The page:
I think it’s important for young LGBTQ+ people to have role models

Your music seems to be a breath of fresh air in terms of the current Welsh music scene, is this something you agree with?

I haven’t lived in Wales since I was 18 so I couldn’t possibly say! I think there are some great Welsh musicians, but I’m not based there so I have no idea what the scene is like there at the moment!

Among your discography is your latest record Choreography, which features the Scissor Sisters and Sir Elton John. After supporting both acts, how did you go from touring with these artists to making music together?

Friendships. They’re the most crucial and rewarding things when music is in question. I’ve worked with people who were connected through industry people, and have had some great times and great results, but working with people you get on with on a really personal level can make it so much more incredible: laughing, joking, getting each other’s very niche references … For these two in particular, we got on so well, it seemed natural to work together, and was a real blast.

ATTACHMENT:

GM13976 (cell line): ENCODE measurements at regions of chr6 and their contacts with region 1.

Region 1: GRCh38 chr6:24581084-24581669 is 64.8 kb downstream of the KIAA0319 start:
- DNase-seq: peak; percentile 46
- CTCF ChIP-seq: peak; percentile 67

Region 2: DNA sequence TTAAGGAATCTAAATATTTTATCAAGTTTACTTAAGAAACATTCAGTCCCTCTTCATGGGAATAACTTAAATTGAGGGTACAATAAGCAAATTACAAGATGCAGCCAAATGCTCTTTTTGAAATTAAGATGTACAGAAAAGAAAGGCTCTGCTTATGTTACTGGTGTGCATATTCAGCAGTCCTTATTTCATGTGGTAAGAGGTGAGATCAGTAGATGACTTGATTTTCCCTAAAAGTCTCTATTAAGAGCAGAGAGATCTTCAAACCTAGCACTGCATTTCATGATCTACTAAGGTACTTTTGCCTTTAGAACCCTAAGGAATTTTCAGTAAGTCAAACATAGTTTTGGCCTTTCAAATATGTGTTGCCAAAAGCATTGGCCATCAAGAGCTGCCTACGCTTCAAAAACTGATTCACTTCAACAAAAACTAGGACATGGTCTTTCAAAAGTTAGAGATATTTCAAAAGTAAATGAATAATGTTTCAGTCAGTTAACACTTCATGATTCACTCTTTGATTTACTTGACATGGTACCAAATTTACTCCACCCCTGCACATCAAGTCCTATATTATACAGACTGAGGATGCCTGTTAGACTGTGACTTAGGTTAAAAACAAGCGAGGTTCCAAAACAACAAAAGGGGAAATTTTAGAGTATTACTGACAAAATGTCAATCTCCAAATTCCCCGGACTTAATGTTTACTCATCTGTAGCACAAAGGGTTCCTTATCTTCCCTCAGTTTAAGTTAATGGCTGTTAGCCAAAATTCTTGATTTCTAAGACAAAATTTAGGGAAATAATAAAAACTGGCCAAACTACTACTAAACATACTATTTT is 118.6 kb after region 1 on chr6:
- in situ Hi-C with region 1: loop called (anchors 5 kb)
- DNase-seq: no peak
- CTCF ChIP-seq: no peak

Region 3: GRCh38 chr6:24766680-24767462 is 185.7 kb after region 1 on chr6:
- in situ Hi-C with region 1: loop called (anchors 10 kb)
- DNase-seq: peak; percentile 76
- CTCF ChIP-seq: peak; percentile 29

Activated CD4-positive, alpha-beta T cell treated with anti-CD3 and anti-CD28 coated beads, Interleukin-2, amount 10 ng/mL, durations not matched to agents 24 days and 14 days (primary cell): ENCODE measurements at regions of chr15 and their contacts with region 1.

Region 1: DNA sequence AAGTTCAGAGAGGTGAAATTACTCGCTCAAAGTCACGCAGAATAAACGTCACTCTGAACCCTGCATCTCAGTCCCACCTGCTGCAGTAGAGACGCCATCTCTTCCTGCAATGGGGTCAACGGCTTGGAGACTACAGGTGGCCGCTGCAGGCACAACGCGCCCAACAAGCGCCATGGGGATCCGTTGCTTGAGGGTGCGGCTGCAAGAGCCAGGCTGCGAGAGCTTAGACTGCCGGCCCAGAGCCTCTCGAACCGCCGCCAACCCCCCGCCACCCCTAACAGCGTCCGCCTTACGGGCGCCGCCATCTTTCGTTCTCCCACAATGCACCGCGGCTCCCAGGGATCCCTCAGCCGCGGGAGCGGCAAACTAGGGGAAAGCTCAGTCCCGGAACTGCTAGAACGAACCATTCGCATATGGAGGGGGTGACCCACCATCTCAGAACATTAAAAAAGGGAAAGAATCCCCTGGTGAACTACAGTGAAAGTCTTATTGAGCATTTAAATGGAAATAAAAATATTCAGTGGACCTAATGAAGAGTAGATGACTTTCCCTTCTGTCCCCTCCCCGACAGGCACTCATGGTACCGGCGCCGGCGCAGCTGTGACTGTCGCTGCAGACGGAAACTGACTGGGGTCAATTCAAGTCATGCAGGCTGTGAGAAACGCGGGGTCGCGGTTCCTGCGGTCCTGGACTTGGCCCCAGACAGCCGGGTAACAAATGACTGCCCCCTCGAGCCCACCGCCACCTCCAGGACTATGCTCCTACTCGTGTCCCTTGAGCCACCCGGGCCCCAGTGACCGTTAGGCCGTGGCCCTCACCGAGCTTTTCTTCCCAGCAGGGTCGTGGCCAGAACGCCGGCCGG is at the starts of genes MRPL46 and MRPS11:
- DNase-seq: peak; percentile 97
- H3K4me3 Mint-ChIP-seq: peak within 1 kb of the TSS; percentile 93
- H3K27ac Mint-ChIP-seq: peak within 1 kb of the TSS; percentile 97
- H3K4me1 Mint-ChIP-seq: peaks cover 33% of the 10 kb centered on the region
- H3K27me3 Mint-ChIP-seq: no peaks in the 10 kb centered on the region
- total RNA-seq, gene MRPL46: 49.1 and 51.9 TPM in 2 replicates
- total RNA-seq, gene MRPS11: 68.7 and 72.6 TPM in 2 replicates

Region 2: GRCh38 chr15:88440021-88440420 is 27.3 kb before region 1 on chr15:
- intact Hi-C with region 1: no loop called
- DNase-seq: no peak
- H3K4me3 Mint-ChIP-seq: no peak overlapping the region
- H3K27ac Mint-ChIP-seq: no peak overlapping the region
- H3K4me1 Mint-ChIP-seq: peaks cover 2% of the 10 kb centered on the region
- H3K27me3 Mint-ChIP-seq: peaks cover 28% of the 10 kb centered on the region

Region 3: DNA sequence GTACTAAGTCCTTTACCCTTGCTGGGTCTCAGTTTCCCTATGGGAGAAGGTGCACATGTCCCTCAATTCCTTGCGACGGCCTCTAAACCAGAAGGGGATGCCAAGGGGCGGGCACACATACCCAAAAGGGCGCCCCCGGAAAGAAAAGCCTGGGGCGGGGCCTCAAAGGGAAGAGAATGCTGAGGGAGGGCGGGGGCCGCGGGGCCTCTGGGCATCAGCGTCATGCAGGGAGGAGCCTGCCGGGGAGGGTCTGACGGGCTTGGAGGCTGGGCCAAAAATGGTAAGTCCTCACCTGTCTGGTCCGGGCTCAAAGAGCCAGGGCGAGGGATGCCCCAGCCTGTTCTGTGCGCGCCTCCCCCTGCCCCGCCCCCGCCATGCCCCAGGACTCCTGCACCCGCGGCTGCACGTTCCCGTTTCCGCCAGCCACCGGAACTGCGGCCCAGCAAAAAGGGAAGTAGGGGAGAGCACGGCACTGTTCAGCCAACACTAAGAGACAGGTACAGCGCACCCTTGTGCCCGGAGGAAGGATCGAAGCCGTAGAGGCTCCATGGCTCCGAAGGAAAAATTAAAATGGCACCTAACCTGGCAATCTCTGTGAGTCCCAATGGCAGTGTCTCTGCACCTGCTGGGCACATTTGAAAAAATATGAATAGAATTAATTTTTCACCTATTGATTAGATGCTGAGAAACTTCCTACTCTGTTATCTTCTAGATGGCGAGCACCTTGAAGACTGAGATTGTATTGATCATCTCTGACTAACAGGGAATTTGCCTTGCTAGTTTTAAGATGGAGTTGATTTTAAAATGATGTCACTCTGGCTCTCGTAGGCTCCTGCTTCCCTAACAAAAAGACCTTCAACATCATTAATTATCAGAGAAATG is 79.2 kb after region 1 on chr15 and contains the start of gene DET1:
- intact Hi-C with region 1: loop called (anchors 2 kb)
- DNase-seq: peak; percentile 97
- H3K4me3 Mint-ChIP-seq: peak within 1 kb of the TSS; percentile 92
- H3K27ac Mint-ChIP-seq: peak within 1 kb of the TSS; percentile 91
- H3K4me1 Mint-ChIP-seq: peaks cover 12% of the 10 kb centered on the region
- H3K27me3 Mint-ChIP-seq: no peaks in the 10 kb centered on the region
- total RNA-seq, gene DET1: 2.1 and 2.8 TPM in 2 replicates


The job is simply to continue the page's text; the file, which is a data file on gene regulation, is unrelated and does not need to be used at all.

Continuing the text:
I never really know where inspiration is going to come from.

How has working with these artists (as well as Alan Cumming) been? Have they given you any advice or words to follow?

Endless words of advice, but also knowing who I am, what I do, and where I want to end up, it’s usually a lot more sage and relevant than giving advice to, say, a contemporary in the industry who doesn’t know your personal or professional past.

2017 saw the two Cinematography EPs and a role in The League of Gentlemen, what are your hopes for this year, on top of next month’s tour?

More new music. I’m always working on new music. Hopefully more shows of my own through the year, where I can play some new songs and see how they feel live. It’s going to be a very creative year as last year was so crazy.

Lastly, having studied at Warwick University, what’s one piece of advice you’d give to our readers who are currently studying and hoping to pursue a career in music or the creative industry?

Buckle up and get ready to work hard for your rewards. Nothing comes easy, but the more you put in, the more you’ll get out. I’d say think about exactly what you want to achieve creatively before you start. People laugh because I make mood boards for songs: colour schemes, references, costume sketches, what I want a drum hit to sound like … but the more you can fully flesh out an idea, the closer you can come to achieving it and have fun in the process!